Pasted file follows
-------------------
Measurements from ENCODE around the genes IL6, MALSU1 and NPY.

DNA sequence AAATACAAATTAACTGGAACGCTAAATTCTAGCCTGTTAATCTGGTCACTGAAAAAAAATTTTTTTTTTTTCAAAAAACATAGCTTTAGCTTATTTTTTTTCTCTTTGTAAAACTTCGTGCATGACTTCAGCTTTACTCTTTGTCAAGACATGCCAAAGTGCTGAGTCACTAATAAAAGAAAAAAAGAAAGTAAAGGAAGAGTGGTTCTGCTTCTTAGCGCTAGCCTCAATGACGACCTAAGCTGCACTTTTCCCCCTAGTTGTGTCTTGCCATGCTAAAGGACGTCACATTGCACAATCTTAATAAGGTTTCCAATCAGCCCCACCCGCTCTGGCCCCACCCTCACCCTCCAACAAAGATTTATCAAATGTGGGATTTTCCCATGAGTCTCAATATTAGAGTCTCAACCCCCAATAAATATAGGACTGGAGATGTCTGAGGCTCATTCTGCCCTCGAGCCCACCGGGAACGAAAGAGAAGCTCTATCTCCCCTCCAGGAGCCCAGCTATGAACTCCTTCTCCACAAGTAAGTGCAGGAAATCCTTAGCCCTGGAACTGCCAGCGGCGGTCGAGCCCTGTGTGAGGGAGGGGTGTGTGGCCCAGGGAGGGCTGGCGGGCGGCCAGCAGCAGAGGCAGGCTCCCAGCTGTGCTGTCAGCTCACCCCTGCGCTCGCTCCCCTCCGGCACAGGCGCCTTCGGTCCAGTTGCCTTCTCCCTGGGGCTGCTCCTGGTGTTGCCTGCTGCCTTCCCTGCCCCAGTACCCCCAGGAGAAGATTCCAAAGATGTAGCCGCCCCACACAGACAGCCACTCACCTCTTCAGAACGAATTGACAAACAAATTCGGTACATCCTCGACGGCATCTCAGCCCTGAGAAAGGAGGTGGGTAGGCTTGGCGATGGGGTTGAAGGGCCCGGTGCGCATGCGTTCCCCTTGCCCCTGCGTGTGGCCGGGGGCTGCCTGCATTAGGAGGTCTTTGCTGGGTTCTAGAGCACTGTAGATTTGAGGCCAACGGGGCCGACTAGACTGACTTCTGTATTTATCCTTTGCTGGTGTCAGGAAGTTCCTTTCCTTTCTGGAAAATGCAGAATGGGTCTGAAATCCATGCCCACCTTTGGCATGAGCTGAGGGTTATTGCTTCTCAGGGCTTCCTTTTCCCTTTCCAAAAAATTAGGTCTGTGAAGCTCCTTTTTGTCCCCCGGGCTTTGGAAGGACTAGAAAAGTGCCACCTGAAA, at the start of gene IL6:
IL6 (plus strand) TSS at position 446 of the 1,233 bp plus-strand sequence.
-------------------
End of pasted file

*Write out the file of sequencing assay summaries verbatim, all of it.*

Measurements from ENCODE around the genes IL6, MALSU1 and NPY.

DNA sequence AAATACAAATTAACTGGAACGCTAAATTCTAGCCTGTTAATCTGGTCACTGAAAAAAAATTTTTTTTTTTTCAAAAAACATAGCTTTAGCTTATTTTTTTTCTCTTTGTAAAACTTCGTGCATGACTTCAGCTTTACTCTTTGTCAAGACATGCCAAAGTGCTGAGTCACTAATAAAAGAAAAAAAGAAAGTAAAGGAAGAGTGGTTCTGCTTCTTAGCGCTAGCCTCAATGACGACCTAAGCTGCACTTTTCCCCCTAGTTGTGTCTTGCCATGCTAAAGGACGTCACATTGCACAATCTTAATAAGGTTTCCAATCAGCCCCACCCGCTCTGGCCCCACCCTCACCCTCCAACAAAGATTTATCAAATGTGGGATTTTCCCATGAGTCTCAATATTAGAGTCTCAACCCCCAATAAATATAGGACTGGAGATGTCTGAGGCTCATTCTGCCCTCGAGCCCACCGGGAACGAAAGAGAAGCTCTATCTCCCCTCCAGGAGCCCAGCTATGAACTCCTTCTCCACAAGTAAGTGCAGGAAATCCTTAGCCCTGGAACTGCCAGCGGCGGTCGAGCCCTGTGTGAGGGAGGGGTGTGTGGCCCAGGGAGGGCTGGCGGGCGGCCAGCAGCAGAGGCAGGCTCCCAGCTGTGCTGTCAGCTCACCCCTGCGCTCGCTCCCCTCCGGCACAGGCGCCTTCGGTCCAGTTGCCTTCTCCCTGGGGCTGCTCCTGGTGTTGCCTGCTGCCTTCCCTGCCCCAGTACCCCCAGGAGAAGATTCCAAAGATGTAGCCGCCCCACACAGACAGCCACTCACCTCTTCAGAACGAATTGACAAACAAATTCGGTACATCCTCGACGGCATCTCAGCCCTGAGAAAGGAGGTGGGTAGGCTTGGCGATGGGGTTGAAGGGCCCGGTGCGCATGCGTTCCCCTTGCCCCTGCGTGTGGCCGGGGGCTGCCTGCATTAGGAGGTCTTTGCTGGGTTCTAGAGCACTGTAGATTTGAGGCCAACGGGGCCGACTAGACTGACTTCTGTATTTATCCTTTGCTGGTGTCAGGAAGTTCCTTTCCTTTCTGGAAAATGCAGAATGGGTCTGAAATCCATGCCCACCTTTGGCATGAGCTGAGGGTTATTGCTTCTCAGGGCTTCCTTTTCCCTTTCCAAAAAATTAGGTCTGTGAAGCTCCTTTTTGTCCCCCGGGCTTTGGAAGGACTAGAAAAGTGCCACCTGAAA, at the start of gene IL6:
IL6 (plus strand) TSS at position 446 of the 1,233 bp plus-strand sequence.